By Olamide Osho and Gloria Afajagbe
The Federal Government has finally removed subsidy on Premium Motor Spirit (PMS) popularly known as petrol as the Nigeria National Petroleum Company (NNPC) Limited officially changed its pump price across the country.
The new prices sighted by JournalNG, which take effect today, shows a change from 194 to N537 per litre in Abuja; 184 to N488 in Lagos, and 189 to N511 in Port Harcourt.
Other prices are N500, N511, N515, N520, N540, N545; with the highest being in the region of N550 and N557, which is more dominant in the North Eastern and North Western part of the country.
Checks in some parts of the country also showed that the NNPCL is already selling fuel at these prices in its stations, with other marketers expected to follow suit and adjust their own pump price.
Nigerians, have however, been feeling the brunt of the fuel subsidy removal which cost the country almost $10 billion annually, even before the official price change by NNPC today.
President Bola Tinubu had during his inaugural speech, confirmed the removal of subsidy, which had earlier been announced by the Muhammadu Buhari administration.
Tinubu pointed out that the 2023 Appropriation Act did not provide for petrol subsidy beyond June; the end of the 18-month extension period approved by Buhari, for the discontinuance of the subsidy regime.
“On fuel subsidy, the budget I met before I assumed office and what I heard is that there is no provision for subsidy. Fuel subsidy is gone”, he said.
The development resulted in panic buying as long queues resurfaced across major cities. Some fuel stations hoarded the product, while others hiked the price from 195 to N600 per litre in many parts of the country.
48 hours after, commuters continue to experience an 100 per cent increase in fare prices for commercial buses and motorcycles, while it tripled in some areas, depending on the distance.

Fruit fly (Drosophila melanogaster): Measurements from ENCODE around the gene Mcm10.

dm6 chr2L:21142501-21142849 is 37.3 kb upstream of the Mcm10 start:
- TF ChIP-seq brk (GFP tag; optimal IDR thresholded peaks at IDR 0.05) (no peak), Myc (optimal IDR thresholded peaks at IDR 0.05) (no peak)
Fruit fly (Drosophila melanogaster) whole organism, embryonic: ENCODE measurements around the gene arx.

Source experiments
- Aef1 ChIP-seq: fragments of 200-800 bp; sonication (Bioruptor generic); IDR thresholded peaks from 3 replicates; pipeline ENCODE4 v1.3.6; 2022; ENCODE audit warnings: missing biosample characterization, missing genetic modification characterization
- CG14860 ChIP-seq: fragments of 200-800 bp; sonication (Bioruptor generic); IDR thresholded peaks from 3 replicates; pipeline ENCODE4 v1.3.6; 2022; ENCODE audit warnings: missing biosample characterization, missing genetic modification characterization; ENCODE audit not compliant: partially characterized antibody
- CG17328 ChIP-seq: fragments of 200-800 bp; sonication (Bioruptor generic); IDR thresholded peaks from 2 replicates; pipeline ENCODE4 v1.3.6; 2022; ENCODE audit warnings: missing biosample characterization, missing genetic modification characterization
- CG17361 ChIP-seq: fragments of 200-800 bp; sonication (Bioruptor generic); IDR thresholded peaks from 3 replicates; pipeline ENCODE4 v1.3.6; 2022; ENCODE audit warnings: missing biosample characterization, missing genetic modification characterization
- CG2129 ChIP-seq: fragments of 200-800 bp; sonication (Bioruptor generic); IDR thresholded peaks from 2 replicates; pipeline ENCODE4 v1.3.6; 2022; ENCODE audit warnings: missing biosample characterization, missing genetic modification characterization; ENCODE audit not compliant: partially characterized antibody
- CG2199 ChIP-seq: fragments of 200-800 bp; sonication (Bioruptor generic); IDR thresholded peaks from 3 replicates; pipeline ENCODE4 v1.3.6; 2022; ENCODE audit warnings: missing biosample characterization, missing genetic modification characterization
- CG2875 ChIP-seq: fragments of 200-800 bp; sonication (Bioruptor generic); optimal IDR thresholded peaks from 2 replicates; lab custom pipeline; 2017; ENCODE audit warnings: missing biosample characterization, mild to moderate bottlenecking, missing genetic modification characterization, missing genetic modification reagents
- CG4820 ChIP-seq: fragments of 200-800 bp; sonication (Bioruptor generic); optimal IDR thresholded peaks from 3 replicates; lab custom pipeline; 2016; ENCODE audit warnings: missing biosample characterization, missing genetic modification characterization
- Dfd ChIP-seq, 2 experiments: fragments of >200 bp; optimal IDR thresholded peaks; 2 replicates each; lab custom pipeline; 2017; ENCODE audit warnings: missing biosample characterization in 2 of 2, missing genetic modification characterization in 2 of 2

Usman, a motorcycle operator in Akesan, Igando area of Lagos told our correspondent that he bought a litre on Wednesday at the black market for N800, hence the increase in fare price.
“Yesterday, I bought it for N500 at the filling station, but today they are all closed. We couldn’t get fuel due to long queues in the stations that opened. I had no choice but to buy it in the black market for N800”, he explained to our reporter in Pidgin English.
A bus driver plying the Alimosho-Iyana Iba routes also disclosed that he bought the product for N500 on Wednesday morning at a fuel station around Iyana Ipaja.
When our reporter visited some of the fuel stations in the axis, he observed that majority of them were not selling.
At the Total station which had just received a tanker load of the product, the manager while addressing the crowd, informed them that it will be selling at the price of 185 to only vehicles and small jerry cans.
This move was in order to take hoarders and those in the black market business out of the equation, as the queue of vehicles alone, extended beyond the nearby Techno Oil fuel station and Olowonla bus stop.
However, First Blefvic Petroleum before Igando bus stop had less crowd as it was selling for N400, despite having N210 displayed on its signboard. PM filling station at Isuti road, Igando sold for N550.
In Edo State, the price is also between 400 and 600 per litre. This is despite the warning issued by Governor Godwin Obaseki on Monday.
“All petrol stations are ordered to immediately resume sales of products to Edo people or risk immediate closure, and possible revocation of their property to enable others who want to do legitimate and respectful business in Edo State come and invest. We cannot continue to allow extortion of our people in whatever guise. A word is enough for the wise”, Obaseki had threatened.
When our correspondent visited some filling stations in the state on Tuesday, it was observed that many were closed to customers. The few that later opened up for business at about 6pm, increased pump price from N200 to N300 per litre, while others sold between N400 and N600.
MRS Filling Station at Agbor Road, which sold a litre at N300 naira Monday increased its price to N400, while Conoil was selling at N500.
Other filling stations such as NNPC Mega at Sapele Road and Madam 200 at Akpakpava Road, sold between N190 and N200 per litre witnessed long queues of motorists waiting to get the product.
A commercial driver, Jude Ezekiel told our reporter that most of the filling stations are selling at hiked prices.
“I went to MRS Filling Station that was selling N300 on Monday increased price to N400. Conoil Filling Station has increased price to N500. I bought fuel at N400 per litre”